The xCORE architecture developed by XMOS is a bit different from most microcontrollers and microprocessors (Fig. 1). The xCORE-200 family features chips with up to 32 logical cores delivering over 4000 MIPS. With that many cores, designers can dedicate one or more to specific interface or compute chores. That speeds response time, because a core can wait for an event instead of polling or using interrupts.

A number of RTOS features are incorporated in the hardware, such as scheduling support. The architecture is well-suited for synchronous or time-sensitive applications like audio or video processing (see “XMOS Unveils First Software-Defined Silicon”).

The 32-bit cores are grouped into tiles of eight cores. Each core can issue up to two instructions per clock cycle into the execution pipeline (see “Dual-Issue Multicore SOC Handles Soft Peripherals”). Every core cycle is able to execute an instruction that pauses for an external event.

I was able to check out the programming environment for the xCORE using the xCORE-200 eXplorerKIT (Fig. 2). This has a midrange, 16-core chip with Gigabit Ethernet support. You can solder headers to get access to all of the chip’s pins. The kit includes a header socket that enables use of the XTAG3 JTAG interface for low-level debugging.

Getting started with eXplorerKIT requires downloading the latest xTIMEcomposer Studio. This Eclipse-based IDE incorporates the xC compiler as well as LLVM C and C++ compilers. The xDEBUG is a GDB debugger with support for xCORE. A cycle-accurate debugger called xSIM can be used to try out the architecture without needing the kit.

The xSCOPE support is a real-time logic analyzer that’s very handy for applications dealing with hard real-time interface chores. This complements the XTA static-analysis tool designed to address timing issues. The tool is also ideal for working through real-time interfaces.

No surprises lurk when getting the development software to talk to the platform (it works with the XTAG3). Likewise, xDEBUG will be familiar to anyone using gdb. It exposes a little more xCORE specific hardware, but this is typical for any gdb debugger enhancements for a particular micro.

The main difference is the xC compiler and the soft-peripheral support that’s covered by a collection of downloadable app notes. The soft peripherals take advantage of one or more cores. It’s relatively easy to adjust the code to use different pins or provide new functionality.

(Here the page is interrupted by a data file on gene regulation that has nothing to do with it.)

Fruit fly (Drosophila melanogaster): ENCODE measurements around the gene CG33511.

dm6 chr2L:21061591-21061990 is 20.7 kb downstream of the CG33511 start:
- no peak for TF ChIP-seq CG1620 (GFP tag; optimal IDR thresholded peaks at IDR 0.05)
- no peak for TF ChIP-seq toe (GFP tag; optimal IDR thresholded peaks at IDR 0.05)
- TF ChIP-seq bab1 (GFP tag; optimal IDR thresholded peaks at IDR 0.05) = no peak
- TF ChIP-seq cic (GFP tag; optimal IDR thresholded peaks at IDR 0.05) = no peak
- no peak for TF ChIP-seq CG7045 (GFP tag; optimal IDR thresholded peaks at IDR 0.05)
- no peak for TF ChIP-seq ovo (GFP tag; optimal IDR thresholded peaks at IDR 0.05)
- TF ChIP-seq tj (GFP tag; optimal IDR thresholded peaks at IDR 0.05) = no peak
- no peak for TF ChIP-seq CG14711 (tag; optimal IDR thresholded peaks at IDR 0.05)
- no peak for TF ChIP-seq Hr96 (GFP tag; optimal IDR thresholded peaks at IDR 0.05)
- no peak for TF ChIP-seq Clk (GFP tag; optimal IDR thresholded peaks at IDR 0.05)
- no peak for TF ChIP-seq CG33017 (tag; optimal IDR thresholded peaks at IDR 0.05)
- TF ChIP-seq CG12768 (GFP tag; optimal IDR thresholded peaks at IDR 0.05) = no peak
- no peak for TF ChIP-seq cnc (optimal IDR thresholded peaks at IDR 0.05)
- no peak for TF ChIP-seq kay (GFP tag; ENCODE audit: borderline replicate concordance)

The xC compiler exposes the parallel programming and interprocess communication support. Low-level parallel constructs are provided; for example, par { f(); g(); h(); } will run three functions in parallel. The statement completes after completion of all three functions. 

There are two constructs for interprocess communication. The low-level interface is called a channel and it maps to the hardware support. This example shows the send/receive semantics that use the <: and :> operators:

chan c;

int result;

par {

  c <: 10;

  c :> result;



Channel exchange is synchronized and a destination will wait until data is provided. Likewise, a source will wait if the destination isn’t waiting for data.

The more-flexible interfaces, which are built on channels, also use a more-conventional object.method syntax instead of special operators. An interface can wait for different data sources and patterns using a select statement. Most programmers will utilize an interface instead of channels. Channels are typically found in low-level programming support for device drivers, etc.

New xCORE developers will definitely want to take time to run through at least a few of the app notes. The xCORE can be used as a compute platform with lots of cores as a conventional microprocessor platform. However, the system’s real advantage emerges when utilizing the parallel features. This often means breaking out the trace support and other debug analysis tools, but that tends to be all for the good.

I haven’t had a chance to do more than run through a few sample apps. Nonetheless, it’s definitely a fun platform to work with. It’s also much more powerful than the 8-bit platform I had used that depended on soft peripherals. If you really want to see some neat xCORE applications, check out the EtherCAT and AVB support.